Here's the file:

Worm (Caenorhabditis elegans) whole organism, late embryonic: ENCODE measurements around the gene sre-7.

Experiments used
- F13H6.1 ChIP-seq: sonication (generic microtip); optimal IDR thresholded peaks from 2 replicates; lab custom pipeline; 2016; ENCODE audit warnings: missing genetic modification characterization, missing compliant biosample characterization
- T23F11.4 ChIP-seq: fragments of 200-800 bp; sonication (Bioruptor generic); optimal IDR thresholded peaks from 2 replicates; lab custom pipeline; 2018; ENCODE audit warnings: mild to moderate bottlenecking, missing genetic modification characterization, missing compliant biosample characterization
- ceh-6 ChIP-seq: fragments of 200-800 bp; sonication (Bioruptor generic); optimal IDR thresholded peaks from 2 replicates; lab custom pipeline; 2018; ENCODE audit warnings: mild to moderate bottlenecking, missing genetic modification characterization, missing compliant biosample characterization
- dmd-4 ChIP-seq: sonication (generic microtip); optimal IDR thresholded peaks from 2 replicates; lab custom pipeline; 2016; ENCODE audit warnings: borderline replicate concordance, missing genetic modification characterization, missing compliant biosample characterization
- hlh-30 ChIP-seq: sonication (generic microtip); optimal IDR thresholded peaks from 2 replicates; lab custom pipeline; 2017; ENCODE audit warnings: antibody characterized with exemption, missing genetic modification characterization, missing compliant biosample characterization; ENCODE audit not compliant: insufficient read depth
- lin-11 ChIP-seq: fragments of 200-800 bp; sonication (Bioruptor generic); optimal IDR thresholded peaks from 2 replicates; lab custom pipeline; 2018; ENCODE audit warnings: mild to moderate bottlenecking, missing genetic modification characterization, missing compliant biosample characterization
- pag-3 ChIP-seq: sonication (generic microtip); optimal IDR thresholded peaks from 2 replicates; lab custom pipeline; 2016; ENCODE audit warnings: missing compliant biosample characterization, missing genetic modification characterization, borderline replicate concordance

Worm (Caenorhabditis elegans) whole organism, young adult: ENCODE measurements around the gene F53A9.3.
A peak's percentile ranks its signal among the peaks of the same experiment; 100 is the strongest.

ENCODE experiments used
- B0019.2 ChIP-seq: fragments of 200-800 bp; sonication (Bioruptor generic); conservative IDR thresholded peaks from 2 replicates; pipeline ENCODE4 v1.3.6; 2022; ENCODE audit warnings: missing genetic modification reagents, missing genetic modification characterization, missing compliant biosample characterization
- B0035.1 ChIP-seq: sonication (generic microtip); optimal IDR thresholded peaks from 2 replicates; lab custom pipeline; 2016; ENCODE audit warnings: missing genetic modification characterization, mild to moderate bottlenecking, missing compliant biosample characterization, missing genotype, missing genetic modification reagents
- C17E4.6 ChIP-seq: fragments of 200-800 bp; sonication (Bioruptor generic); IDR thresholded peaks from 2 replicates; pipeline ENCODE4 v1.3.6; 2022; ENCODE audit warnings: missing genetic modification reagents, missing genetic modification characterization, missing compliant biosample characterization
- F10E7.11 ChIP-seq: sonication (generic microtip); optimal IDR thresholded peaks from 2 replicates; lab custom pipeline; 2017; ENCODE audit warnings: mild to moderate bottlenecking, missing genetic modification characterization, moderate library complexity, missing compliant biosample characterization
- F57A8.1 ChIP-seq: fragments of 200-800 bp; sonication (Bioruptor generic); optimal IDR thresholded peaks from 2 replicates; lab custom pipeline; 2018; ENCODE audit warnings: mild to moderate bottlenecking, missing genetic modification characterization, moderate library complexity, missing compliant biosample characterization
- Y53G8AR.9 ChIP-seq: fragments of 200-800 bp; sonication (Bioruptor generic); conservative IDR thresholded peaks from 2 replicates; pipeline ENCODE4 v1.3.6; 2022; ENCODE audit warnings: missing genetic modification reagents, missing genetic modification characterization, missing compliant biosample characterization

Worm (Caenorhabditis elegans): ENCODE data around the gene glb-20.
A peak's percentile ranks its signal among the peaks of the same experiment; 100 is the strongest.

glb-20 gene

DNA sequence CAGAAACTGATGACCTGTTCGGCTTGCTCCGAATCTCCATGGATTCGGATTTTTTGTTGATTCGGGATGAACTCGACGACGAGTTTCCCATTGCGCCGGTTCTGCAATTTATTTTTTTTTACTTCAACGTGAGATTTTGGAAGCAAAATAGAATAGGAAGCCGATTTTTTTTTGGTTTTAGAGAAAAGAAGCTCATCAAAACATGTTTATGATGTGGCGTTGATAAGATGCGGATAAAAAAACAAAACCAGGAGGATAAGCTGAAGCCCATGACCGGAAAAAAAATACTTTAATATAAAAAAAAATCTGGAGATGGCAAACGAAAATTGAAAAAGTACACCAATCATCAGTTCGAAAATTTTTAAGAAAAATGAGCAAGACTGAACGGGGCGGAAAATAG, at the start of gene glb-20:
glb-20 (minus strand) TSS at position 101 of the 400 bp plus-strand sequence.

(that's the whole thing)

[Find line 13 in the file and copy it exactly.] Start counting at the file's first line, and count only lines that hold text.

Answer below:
- B0019.2 ChIP-seq: fragments of 200-800 bp; sonication (Bioruptor generic); conservative IDR thresholded peaks from 2 replicates; pipeline ENCODE4 v1.3.6; 2022; ENCODE audit warnings: missing genetic modification reagents, missing genetic modification characterization, missing compliant biosample characterization